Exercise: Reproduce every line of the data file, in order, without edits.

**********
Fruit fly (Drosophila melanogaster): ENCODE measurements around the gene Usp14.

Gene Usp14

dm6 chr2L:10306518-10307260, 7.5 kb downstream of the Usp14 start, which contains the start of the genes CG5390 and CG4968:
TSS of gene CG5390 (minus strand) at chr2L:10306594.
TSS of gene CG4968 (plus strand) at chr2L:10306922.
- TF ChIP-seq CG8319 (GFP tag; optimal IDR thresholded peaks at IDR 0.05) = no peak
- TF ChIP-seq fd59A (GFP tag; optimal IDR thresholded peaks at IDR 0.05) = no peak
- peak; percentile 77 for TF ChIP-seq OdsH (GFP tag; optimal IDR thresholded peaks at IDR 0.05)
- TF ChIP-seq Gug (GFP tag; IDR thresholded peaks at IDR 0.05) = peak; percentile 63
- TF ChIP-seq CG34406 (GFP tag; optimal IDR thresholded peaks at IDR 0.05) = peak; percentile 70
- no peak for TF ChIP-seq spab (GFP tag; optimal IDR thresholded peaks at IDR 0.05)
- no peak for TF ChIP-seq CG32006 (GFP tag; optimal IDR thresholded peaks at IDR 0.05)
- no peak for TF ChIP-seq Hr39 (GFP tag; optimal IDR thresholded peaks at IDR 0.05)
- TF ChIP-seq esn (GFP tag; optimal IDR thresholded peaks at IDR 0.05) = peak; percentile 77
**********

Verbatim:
Fruit fly (Drosophila melanogaster): ENCODE measurements around the gene Usp14.

Gene Usp14

dm6 chr2L:10306518-10307260, 7.5 kb downstream of the Usp14 start, which contains the start of the genes CG5390 and CG4968:
TSS of gene CG5390 (minus strand) at chr2L:10306594.
TSS of gene CG4968 (plus strand) at chr2L:10306922.
- TF ChIP-seq CG8319 (GFP tag; optimal IDR thresholded peaks at IDR 0.05) = no peak
- TF ChIP-seq fd59A (GFP tag; optimal IDR thresholded peaks at IDR 0.05) = no peak
- peak; percentile 77 for TF ChIP-seq OdsH (GFP tag; optimal IDR thresholded peaks at IDR 0.05)
- TF ChIP-seq Gug (GFP tag; IDR thresholded peaks at IDR 0.05) = peak; percentile 63
- TF ChIP-seq CG34406 (GFP tag; optimal IDR thresholded peaks at IDR 0.05) = peak; percentile 70
- no peak for TF ChIP-seq spab (GFP tag; optimal IDR thresholded peaks at IDR 0.05)
- no peak for TF ChIP-seq CG32006 (GFP tag; optimal IDR thresholded peaks at IDR 0.05)
- no peak for TF ChIP-seq Hr39 (GFP tag; optimal IDR thresholded peaks at IDR 0.05)
- TF ChIP-seq esn (GFP tag; optimal IDR thresholded peaks at IDR 0.05) = peak; percentile 77